Five Keys to a Thankful Heart

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Sunset from WalMartThere are always obstacles to thankfulness, and living with a painful chronic disease is certainly an obvious one. This week confronted once again things I’m no longer able to do for a holiday, I reflected on the subject of thankfulness and things much more important than color-coordinated napkins and a lovely front door wreath.

Tomorrow is Thanksgiving in the U.S. But as we enter this season of holidays (holy days), each one is an opportunity to open our hearts wider to others, dwell on things we hold true, and commit ourselves to a life that reflects that.

Five Kernels of Corn is a historical American poem by Hezekiah Butterworth. Our family has done dramatic recitations of it on Thanksgiving for many years. Here are five ways it shows me to stay thankful in spite of circumstances.

Five ways to encourage thankfulness

1) Remember you’ve been through worse and made it through. Some say it helps to always remember “someone else is worse off than you,” and that’s probably true, but I’m not sure it stirs up thankful feelings as well.

“The thin women stood in their doors white and still.”

They were weak and hungry, and scared. And they were also newly widowed. But they were still standing. And welcoming each morning.

2) Realize that your faithfulness will make a difference to others. Whether it’s a nation or a family or a company, your actions matter to others. Even if you are the first one or the only one, rejoicing will be contagious.

“One taper a thousand shall kindle; rejoice That to you has been given the wilderness voice!”

3) Relinquish the past and look forward. Let go, look to the future, and forgive. Whether the past is full of things you cherish or painful memories, it must remain in its place. A grateful heart looks forward.

“The raven’s gift eat and be humble and pray, A new light is breaking, and Truth leads your way;

4) Resolve to be thankful. Giving thanks is an act of the will. Throughout the poem, Bradford implores the people to give thanks.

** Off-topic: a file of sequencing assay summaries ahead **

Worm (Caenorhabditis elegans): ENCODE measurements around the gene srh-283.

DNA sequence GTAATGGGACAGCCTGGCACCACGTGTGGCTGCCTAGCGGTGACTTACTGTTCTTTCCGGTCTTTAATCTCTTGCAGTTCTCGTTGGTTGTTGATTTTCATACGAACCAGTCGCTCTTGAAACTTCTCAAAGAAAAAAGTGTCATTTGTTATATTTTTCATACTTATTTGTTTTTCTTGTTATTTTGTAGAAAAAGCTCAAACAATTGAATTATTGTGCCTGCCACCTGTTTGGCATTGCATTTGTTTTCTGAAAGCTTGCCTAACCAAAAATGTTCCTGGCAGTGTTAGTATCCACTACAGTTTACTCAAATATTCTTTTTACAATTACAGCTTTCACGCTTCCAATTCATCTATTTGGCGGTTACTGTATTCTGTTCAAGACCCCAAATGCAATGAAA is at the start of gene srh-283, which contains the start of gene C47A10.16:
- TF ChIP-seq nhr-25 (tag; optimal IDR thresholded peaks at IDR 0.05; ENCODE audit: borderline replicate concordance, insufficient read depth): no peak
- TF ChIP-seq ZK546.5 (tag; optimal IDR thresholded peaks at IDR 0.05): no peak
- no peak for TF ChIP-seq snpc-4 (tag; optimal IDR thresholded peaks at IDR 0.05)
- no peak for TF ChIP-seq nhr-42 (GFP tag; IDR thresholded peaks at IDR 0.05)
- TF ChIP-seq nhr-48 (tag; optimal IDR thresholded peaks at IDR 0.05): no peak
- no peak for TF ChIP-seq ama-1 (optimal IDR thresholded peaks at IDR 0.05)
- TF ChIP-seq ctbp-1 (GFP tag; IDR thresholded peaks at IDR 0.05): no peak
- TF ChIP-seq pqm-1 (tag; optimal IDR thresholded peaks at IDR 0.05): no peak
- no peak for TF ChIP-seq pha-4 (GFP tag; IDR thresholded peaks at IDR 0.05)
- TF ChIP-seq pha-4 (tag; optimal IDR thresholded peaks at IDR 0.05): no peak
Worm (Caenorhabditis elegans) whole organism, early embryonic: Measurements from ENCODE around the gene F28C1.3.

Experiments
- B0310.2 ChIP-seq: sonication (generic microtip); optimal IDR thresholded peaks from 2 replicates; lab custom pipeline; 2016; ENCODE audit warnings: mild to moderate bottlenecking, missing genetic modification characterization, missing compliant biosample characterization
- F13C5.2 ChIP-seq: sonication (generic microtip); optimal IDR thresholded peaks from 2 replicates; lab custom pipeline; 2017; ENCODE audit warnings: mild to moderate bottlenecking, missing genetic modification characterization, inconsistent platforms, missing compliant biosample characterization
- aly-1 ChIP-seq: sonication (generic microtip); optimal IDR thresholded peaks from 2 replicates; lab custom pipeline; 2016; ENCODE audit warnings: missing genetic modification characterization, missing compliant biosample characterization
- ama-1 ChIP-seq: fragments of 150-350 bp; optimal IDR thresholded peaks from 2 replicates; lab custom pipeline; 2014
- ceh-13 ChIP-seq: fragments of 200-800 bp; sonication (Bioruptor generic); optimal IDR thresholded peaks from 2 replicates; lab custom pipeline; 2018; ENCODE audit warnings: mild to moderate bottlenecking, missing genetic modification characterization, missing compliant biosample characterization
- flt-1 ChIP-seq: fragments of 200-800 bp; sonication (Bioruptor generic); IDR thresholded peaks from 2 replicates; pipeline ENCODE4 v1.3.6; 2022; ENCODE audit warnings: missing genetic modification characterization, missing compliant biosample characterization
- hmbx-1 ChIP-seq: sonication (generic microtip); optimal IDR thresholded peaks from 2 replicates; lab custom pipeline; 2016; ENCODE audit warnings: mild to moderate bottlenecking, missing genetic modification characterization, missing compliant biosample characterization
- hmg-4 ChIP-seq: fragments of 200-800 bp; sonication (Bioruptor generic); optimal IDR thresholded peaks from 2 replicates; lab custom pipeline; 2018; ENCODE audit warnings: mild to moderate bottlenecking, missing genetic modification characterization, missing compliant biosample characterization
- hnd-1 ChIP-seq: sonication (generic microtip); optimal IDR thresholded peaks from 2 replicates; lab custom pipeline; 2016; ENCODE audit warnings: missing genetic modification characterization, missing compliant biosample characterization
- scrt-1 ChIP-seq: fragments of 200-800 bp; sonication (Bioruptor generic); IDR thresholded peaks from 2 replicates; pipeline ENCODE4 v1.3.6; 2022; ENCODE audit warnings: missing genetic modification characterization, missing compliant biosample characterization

Give thanks, all ye people, the warm skies have come

Choose to thank others and God for whatever you have been given, even strength to go on.

5) Recognize signs of hope all around you. The seasons turn and the wind changes. Even if today is very tough, we can be thankful that time moves on and focus on signs of hope. Optimism can open the door to gratitude.

The maples grow red, and the wood robins sing, The west wind is blowing, and fading the snow

Recommended reading

Image: I came out of Wal-Mart the other night & grabbed my phone to take pictures. Others were doing the same. I smiled that people had stopped to be grateful & excited about a moment of beauty in the middle of a dirty busy parking lot.

Five Kernels of Corn by Hezekiah Butterworth

‘Twas the year of the famine in Plymouth of old,
The ice and the snow from the thatched roofs had rolled;
Through the warm purple skies steered the geese o’er the seas,
And the woodpeckers tapped in the clocks of the trees;
And the boughs on the slopes to the south winds lay bare,
And dreaming of summer, the buds swelled in the air.
The pale Pilgrims welcomed each reddened morn;
There were left but for rations Five Kernels of Corn.

Five Kernels of Corn!
Five Kernels of Corn!
But to Bradford a feast were Five Kernels of Corn!

“Five Kernels of Corn! Five Kernels of Corn!
Ye people, be glad for Five Kernels of Corn!”
So Bradford cried out on bleak Burial Hill,
And the thin women stood in their doors, white and still.
“Lo, the harbor of Plymouth rolls bright in the Spring,
The maples grow red, and the wood robins sing,
The west wind is blowing, and fading the snow
And pleasant pines sing, and arbutuses blow.

Five Kernels of Corn!
Five Kernels of Corn!
To each one be given Five Kernels of Corn!

O Bradford of Austerfield hast on thy way.
The west winds are blowing o’er Provincetown Bay,
The white avens bloom, but the pine domes are chill,
And new graves have furrowed Precisioners’ Hill!
“Give thanks, all ye people, the warm skies have come,
The hilltops are sunny, and green grows the holm,
And the trumpet of wind, and the white March is gone,
And ye still have left you Five Kernels of Corn!”

Five Kernels of Corn!
Five Kernels of Corn!
Ye have for Thanksgiving Five Kernels of Corn!

“The raven’s gift eat and be humble and pray,
A new light is breaking, and Truth leads your way;
One taper a thousand shall kindle; rejoice
That to you has been given the wilderness voice!”
O Bradford of Austerfield, daring the wave,
And safe through the sounding blasts leading the brave,
Of deeds such as thine was the free nation born,
And the festal world sings the “Five Kernels of Corn.”

Five Kernels of Corn!
Five Kernels of Corn!
The nation gives thanks for Five Kernels of Corn!

To the Thanksgiving Feast bring Five Kernels of Corn!

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Kelly Young. All rights reserved.

This entry was posted on Wednesday, November 27th, 2013 at 12:55 pm and is filed under RA Education. You can follow any responses to this entry through the RSS 2.0 feed. Both comments and pings are currently closed.

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